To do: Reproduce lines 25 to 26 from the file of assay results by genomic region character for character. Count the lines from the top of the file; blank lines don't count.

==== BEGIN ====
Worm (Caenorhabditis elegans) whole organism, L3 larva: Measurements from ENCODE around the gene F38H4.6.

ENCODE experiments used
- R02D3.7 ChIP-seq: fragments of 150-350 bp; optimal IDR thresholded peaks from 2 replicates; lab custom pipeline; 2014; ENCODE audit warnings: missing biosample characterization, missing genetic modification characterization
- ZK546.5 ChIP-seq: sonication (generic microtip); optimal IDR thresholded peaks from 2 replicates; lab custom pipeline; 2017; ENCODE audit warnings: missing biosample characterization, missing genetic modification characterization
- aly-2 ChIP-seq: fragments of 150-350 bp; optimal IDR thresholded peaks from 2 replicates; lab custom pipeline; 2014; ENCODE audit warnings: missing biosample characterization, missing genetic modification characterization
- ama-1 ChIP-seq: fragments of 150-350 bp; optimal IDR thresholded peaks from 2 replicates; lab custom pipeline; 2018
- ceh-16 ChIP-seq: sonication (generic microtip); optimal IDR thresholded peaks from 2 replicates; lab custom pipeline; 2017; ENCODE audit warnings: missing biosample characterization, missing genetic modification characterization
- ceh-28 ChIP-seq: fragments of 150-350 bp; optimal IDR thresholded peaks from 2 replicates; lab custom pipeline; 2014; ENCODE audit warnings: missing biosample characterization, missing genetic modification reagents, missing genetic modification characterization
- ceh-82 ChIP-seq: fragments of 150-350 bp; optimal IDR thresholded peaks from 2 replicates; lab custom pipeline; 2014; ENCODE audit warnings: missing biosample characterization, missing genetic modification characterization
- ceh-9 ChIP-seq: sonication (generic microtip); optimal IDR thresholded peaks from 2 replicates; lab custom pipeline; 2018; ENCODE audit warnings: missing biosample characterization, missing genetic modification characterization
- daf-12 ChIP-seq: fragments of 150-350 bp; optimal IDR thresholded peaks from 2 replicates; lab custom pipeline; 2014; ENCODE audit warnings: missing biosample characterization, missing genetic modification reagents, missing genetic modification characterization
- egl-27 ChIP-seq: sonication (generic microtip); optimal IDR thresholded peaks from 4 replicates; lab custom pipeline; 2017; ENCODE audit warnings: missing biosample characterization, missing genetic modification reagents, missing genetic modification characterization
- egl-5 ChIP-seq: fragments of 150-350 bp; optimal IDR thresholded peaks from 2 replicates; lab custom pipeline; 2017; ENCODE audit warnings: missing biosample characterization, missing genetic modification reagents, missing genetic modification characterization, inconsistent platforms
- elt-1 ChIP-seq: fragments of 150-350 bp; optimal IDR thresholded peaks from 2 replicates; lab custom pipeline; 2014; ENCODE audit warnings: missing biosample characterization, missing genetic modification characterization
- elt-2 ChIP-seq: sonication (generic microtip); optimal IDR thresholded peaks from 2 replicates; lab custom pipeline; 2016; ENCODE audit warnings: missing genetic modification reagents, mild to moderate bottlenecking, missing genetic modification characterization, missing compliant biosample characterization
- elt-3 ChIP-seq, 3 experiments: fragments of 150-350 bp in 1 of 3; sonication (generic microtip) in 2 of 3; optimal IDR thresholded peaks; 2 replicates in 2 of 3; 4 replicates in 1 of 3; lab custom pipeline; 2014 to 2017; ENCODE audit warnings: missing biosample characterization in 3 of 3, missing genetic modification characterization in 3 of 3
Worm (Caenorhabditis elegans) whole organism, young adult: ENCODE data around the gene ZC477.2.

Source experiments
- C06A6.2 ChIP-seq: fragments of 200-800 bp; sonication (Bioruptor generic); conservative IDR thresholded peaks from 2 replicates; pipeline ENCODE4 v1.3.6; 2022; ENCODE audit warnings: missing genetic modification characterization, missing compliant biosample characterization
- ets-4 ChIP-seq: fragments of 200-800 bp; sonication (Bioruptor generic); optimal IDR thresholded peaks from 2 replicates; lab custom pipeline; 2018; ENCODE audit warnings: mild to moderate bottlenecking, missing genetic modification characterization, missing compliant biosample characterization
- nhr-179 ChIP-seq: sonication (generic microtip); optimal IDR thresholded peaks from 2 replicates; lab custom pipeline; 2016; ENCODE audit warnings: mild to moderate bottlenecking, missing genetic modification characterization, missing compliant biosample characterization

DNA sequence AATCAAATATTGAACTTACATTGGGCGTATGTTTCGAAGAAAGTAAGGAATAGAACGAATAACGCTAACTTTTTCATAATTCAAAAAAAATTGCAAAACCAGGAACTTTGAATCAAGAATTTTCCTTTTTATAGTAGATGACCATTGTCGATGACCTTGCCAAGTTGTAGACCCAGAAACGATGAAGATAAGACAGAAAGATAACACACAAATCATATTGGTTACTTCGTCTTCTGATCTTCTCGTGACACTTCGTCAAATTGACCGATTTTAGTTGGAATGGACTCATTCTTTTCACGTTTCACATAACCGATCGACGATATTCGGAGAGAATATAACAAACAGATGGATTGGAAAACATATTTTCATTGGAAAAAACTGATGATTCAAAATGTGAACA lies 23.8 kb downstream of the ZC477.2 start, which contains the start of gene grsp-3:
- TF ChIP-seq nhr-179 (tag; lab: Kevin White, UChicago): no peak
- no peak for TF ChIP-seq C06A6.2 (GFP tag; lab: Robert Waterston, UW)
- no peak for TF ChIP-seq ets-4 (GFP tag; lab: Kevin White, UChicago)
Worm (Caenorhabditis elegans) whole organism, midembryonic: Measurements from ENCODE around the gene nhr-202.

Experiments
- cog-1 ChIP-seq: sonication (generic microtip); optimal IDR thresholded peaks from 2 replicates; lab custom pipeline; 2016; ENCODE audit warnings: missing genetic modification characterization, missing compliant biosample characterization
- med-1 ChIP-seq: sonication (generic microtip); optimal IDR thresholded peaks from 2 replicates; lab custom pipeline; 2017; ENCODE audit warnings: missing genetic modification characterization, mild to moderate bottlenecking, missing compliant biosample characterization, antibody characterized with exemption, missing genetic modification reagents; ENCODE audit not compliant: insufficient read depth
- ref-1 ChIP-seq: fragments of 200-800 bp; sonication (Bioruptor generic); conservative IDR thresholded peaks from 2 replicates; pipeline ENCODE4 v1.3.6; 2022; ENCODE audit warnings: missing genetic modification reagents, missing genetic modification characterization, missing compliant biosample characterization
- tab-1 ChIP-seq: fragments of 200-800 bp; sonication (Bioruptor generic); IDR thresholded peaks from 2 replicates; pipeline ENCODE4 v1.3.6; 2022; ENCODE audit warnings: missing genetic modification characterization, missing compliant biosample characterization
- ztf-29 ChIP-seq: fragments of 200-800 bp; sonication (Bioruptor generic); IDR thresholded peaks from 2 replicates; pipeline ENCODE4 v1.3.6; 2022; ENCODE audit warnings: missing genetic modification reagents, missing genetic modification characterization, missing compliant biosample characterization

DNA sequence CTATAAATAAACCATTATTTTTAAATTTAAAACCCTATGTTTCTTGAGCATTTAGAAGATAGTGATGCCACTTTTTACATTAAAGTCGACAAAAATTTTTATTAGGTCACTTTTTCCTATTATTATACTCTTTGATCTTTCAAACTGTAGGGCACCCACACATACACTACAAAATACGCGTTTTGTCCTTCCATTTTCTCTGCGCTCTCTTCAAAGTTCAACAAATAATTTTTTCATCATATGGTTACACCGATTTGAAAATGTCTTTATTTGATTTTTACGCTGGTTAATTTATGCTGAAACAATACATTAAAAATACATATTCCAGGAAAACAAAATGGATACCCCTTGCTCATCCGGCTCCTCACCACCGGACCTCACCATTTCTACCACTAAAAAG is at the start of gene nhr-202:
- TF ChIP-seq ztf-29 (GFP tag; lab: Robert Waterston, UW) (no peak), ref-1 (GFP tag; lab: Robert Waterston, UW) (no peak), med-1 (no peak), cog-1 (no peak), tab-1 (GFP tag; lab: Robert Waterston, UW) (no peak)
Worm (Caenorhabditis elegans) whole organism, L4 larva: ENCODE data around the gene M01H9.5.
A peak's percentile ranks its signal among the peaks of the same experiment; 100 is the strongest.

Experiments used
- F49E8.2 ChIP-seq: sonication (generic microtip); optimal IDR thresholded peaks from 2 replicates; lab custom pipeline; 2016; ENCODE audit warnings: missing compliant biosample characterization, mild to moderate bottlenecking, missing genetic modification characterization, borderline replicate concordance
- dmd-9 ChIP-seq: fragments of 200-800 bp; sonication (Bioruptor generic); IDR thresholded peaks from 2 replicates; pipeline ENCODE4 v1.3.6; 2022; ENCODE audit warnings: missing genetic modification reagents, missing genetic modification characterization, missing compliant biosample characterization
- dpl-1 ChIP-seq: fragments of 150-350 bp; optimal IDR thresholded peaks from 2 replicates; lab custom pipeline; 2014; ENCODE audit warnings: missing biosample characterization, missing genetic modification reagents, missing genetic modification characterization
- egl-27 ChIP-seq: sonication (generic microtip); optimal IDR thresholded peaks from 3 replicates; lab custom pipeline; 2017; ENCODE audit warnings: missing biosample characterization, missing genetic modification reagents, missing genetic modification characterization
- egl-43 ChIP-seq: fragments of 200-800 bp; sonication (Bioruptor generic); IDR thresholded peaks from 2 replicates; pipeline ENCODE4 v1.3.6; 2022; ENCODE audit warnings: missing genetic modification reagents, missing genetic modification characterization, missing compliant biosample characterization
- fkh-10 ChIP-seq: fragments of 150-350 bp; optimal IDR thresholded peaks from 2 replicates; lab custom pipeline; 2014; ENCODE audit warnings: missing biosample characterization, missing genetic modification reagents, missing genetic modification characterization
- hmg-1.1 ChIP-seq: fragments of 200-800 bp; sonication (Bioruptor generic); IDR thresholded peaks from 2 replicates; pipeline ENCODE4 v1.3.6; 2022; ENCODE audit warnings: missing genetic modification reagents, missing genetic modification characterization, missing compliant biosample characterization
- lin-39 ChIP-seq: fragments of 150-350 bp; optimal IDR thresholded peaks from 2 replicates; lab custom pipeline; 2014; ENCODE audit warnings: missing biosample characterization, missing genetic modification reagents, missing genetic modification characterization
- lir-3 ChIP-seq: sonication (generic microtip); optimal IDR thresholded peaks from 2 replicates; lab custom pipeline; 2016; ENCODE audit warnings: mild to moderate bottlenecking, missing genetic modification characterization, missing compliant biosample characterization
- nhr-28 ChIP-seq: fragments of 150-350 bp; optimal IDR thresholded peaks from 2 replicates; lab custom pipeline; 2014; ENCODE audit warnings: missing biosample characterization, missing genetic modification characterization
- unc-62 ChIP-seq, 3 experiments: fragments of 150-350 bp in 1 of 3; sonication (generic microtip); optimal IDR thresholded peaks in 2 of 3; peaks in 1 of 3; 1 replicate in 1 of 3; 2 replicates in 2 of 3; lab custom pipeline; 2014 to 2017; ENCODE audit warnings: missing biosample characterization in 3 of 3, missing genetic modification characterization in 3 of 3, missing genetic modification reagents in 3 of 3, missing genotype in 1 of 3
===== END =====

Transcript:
- no peak for TF ChIP-seq ets-4 (GFP tag; lab: Kevin White, UChicago)
Worm (Caenorhabditis elegans) whole organism, midembryonic: Measurements from ENCODE around the gene nhr-202.